Yes, people can get sick in very hot or very cold climates. In very hot places one can get heat stroke if they aren’t drinking enough water and avoiding prolonged exposure to the sun. In the cold, people can get frostbite or can freeze if they don’t stay out of extreme cold. Higher rates of cancer and other illness are due more to pollution and other environmental factors besides climate. For instance, in Australia, the ozone layer is thin so lots of radiation from the sun gets through and has caused higher rates of skin cancer. In China, air pollution has caused illness and asthma in many people.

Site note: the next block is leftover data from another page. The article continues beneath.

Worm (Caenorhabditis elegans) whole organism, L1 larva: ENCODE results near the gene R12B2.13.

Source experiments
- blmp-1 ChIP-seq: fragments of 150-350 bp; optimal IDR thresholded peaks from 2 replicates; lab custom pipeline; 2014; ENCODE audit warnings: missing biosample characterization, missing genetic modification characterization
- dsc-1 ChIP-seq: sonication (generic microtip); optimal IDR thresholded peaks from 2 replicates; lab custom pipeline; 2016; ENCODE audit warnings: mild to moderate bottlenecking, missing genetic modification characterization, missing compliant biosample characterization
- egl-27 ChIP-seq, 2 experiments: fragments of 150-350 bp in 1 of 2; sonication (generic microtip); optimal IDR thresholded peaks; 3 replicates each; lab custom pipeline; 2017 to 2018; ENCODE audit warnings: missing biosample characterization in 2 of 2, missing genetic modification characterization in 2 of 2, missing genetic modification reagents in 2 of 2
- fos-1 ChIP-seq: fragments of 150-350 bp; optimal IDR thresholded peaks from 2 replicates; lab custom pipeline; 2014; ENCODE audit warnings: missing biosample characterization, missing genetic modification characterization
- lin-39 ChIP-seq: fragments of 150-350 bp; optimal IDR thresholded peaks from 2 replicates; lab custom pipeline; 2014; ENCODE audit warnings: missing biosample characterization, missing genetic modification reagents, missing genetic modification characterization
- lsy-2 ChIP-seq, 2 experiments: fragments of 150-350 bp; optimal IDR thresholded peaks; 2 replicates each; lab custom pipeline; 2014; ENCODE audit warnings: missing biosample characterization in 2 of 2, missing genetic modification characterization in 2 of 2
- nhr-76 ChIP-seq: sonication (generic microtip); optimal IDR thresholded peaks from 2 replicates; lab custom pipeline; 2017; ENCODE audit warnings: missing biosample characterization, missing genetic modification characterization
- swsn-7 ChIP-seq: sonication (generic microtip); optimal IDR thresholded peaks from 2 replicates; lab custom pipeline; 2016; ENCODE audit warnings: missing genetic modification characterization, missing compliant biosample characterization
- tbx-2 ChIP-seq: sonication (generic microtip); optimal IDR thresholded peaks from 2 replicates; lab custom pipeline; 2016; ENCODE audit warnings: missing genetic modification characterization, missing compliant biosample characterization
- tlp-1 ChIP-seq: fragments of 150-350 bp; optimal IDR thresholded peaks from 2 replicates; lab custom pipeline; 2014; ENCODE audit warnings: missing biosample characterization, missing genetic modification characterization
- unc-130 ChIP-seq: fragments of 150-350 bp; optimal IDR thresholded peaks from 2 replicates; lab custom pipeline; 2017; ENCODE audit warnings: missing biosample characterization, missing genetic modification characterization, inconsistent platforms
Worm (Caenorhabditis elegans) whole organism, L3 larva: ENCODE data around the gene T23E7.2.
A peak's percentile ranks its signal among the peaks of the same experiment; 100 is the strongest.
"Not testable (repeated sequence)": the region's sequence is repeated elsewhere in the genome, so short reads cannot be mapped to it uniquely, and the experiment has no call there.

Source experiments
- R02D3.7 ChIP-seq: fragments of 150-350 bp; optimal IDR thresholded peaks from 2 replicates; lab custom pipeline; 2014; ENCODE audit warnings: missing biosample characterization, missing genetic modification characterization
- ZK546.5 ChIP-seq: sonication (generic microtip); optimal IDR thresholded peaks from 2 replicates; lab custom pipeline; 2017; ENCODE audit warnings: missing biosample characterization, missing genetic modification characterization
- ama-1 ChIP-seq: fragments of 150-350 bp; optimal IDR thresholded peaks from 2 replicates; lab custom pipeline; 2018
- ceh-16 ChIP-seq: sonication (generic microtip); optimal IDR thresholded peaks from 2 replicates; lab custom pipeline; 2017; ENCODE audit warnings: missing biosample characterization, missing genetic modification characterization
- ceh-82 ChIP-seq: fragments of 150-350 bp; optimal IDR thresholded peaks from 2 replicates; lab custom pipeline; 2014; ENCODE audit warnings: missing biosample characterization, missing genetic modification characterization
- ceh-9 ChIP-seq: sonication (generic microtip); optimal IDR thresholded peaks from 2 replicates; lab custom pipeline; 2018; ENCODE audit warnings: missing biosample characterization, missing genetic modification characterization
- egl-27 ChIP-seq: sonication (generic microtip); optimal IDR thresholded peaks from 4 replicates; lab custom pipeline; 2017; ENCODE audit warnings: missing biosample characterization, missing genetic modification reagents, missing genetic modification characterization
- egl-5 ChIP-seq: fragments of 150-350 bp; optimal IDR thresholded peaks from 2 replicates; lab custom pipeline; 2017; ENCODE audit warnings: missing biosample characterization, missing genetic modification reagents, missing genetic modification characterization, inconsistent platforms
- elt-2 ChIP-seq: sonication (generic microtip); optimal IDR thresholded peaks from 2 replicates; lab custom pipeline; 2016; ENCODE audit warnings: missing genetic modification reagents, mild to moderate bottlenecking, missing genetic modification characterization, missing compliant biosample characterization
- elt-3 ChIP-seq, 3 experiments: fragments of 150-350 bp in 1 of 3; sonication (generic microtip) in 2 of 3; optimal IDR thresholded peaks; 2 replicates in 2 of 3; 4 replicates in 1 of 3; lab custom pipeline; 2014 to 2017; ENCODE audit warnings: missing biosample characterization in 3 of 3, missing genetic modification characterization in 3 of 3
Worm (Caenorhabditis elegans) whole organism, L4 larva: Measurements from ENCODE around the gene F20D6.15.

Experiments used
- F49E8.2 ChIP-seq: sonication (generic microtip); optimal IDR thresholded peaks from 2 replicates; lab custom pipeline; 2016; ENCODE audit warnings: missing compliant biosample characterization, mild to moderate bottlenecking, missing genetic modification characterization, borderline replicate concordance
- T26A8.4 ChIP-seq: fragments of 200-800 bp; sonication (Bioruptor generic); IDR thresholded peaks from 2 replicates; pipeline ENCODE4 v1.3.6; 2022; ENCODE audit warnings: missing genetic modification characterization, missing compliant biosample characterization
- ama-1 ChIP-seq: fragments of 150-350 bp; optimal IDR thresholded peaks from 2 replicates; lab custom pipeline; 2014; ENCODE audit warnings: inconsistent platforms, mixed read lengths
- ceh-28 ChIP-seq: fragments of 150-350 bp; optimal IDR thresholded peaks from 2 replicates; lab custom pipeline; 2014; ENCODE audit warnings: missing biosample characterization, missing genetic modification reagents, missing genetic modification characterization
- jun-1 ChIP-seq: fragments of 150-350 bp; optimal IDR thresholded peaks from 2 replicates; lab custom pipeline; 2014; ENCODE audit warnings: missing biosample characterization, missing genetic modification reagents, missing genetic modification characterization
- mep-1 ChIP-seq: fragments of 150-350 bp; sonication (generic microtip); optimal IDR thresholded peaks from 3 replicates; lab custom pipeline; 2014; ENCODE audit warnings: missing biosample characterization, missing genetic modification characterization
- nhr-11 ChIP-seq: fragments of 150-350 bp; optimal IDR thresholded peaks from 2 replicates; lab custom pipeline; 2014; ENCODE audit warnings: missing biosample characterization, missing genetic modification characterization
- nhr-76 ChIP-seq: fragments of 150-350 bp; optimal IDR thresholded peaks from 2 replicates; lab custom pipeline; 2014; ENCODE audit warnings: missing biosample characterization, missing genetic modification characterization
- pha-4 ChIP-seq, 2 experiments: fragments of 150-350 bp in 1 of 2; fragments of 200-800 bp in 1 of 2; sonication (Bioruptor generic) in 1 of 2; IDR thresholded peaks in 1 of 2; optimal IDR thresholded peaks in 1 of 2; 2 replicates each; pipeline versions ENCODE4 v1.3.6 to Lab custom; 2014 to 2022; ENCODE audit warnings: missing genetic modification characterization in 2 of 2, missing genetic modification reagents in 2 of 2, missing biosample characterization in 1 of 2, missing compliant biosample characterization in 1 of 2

Scientists estimate that environmental factors play a role in at least 2/3 of all cancer cases. In fact, it is the repeated exposure and interaction of human cells with negative environmental factors that causes cancerous cells to grow. These factors can be internal or external and can include things like poor diet (internal), exposure to cigarette smoke (intern or external), excessive exposure to toxic chemicals (external).
That all being said, there is no one thing that will cause cancer, or illness in general, as it is the complex interaction of a litany of factors that eventually build to create the illness. In addition to internal and external factors age, genetics, length of exposure to the specific factor, lifestyle, overall health, age, and gender all play significant but intricate roles in cancer development.
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